The following proposal was presented at Meeting for Business on July 14, 2013.  It represents the work of an ad-hoc committee made up of David Woolley, John Stuart, Mary Jean Port, and John Robey which convened following the threshing session on this topic that was held in June.

At the July meeting for business, Friends approved the general direction of this proposal. At the August meeting for business, it was decided to move ahead with this by asking the Nominating Committee to find and propose a few people to serve on the new Peace & Social Concerns Committee.

We met as an ad-hoc committee to recommend a way forward with how peace & social concerns might best be dealt with at Minneapolis Friends Meeting. Roland Barrett, Kyle Johnson, and Mary Gochnauer had also indicated interest in being involved but were unable to attend for various reasons.

We would like to propose that Peace & Social Concerns be reinstated as a standing committee of the meeting. As with most other committees, we expect that Nominating Committee would identify and recruit a committee clerk and committee members. We would like to see committee membership rotate, with 3-year terms being standard as with other committees, so that there is a continuing infusion of fresh faces with fresh ideas. We did not discuss how many members would be appropriate for the committee.

In the past few years our Meeting has become an incubator for the spontaneous formation of groups either around a particular interest (philosophy, reading) or devoted to various causes (climate stability, same-sex marriage, racial equality and diversity). This is a wonderful thing! It contributes enormously to the health and vitality of our Meeting, keeps us involved with one another in a variety of ways, and creates openings for new people with related interests to get involved. We certainly do not want to do anything to impose bureaucratic requirements on the formation of such groups. We do see a possible role for a P&SC committee to assist these groups in various ways.

Following are some things we envision as being part of the charter of a new P&SC committee. Some of them are things the P&SC committee has traditionally done in the past, others are new.

Traditional Responsibilities

* Point of entry for those outside the Meeting to carry concerns to the Meeting. This includes looking at material and requests that come in by mail, email, etc. and deciding whether it needs a response, can be passed on to a group or individual with a related interest, deserves being brought to the attention of the Meeting, etc.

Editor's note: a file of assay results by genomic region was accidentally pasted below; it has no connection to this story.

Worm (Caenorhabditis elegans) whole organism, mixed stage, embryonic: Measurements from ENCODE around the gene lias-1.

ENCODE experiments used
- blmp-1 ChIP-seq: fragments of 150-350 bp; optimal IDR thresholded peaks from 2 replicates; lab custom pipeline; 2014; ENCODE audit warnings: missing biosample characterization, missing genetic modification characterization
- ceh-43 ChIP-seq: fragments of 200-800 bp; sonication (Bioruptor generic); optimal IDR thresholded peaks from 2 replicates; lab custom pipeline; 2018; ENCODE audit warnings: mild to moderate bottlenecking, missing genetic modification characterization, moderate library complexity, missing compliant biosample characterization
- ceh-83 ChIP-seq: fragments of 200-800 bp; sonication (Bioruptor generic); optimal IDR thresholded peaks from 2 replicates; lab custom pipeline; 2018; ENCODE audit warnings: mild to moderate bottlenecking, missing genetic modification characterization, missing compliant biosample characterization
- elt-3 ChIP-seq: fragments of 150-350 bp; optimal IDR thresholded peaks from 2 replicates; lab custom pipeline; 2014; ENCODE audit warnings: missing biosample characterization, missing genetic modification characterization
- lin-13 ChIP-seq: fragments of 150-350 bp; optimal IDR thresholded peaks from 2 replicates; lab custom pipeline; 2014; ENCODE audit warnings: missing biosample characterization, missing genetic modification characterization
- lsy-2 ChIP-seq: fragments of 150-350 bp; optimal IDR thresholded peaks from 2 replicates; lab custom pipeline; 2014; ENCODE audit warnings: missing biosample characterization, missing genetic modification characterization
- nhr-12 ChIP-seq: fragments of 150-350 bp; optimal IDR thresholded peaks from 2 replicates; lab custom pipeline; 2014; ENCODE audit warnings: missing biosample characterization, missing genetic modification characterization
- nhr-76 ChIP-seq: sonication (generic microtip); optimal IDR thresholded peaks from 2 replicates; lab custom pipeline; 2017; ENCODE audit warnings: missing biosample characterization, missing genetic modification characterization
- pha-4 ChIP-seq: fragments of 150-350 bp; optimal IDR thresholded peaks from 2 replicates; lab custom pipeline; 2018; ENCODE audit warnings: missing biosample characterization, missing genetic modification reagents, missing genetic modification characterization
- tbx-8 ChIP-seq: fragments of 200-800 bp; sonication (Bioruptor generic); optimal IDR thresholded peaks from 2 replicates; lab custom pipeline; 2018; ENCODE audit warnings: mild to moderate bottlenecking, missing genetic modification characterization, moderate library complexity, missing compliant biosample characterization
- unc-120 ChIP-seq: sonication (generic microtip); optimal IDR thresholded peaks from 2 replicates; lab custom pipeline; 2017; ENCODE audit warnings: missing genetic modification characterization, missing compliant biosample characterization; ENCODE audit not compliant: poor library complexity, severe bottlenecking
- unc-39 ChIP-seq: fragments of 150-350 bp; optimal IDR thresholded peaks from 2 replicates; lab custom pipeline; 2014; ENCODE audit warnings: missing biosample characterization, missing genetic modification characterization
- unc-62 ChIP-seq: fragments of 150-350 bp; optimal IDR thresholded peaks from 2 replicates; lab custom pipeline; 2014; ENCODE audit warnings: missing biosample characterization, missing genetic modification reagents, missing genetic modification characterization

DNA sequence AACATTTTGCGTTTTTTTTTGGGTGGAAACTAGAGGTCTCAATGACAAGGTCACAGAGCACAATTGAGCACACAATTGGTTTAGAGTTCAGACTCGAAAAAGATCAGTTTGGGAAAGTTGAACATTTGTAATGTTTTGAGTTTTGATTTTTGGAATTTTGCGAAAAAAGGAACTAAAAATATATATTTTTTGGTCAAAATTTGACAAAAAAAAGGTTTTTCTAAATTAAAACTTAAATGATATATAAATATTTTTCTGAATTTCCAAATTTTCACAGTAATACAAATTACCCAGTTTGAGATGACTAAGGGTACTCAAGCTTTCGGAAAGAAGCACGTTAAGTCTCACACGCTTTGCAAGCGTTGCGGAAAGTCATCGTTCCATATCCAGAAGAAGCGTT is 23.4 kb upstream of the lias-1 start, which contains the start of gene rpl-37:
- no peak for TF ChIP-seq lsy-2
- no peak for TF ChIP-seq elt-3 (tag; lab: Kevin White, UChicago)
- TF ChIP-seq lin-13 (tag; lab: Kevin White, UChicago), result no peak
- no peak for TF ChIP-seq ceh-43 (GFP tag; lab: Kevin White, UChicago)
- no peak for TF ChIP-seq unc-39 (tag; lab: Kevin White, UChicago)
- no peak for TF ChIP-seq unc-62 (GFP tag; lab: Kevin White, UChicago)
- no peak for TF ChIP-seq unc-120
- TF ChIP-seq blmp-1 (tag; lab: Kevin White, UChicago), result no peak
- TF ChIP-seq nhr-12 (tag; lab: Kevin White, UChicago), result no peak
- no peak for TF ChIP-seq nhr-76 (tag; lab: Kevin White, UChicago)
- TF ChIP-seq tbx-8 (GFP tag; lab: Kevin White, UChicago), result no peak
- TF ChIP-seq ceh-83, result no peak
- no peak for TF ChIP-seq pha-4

* Creating or seasoning statements of corporate witness for possible presentation to Monthly Meeting.

* Notifying the Meeting community about events and opportunities for activism or volunteerism (e.g. Habitat for Humanity projects). Since the number of such things is huge, this requires listening to the “pulse” of the Meeting in order to discern which issues are most closely aligned with the interests and energy of members and attenders.

* Annually reviewing the Meeting’s budgeted contributions to other groups (AFSC, FNVW, FCNL, etc.) and recommending changes when appropriate.

* Soliciting suggestions for recipients of the annual White Gift and making a recommendation to Monthly Meeting.

* Promoting awareness of what individuals in the Meeting are doing related to peace and social justice issues.

* Occasionally providing educational opportunities for members and attenders about P&SC issues.

New Responsibilities

* Maintain and publicize a master calendar of P&SC-related committee and interest group meetings and events. This might include actively prodding some groups to tell us what’s going on, since informally organized groups don’t always have a designated member to keep those outside the group informed.

* Acting as a consulting/advisory resource for informally organized groups regarding Meeting process, such as handling money or bringing proposals to Monthly Meeting. Possibly also advising about lobbying and political activism.

* Holding, and communicating, answers to the question: How do we do political and activist work as Quakers?

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